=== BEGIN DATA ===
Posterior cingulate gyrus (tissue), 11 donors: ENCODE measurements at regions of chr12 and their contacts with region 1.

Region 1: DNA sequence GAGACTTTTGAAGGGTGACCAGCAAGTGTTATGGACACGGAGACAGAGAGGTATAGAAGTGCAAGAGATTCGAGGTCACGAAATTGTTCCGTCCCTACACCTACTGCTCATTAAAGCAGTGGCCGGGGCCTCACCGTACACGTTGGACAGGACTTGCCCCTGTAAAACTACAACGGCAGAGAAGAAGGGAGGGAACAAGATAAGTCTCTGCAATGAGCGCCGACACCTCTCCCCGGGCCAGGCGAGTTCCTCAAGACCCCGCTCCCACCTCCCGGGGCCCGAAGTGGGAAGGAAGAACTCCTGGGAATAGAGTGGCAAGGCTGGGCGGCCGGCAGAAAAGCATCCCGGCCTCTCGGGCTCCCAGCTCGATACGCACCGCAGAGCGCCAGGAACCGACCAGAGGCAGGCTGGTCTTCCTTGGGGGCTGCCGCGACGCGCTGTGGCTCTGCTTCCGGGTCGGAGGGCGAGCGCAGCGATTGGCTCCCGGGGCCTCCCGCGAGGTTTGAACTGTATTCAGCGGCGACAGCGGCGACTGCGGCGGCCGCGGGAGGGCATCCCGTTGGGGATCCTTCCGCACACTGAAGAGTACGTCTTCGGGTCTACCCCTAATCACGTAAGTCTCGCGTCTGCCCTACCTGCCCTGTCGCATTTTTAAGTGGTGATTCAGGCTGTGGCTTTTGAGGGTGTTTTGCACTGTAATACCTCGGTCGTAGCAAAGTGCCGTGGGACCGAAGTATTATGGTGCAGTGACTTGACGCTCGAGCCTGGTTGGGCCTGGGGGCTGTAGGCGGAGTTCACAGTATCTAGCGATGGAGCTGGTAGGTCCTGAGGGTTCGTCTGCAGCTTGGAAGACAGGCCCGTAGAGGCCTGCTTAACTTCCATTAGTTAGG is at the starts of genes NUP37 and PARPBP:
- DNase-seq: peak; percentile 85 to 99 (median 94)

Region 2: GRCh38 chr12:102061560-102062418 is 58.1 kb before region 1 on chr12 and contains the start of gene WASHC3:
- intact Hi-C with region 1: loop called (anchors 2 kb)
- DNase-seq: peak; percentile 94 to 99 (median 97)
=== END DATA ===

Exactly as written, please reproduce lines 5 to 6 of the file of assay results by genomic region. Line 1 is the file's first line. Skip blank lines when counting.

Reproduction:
- intact Hi-C with region 1: loop called (anchors 2 kb)
- DNase-seq: peak; percentile 94 to 99 (median 97)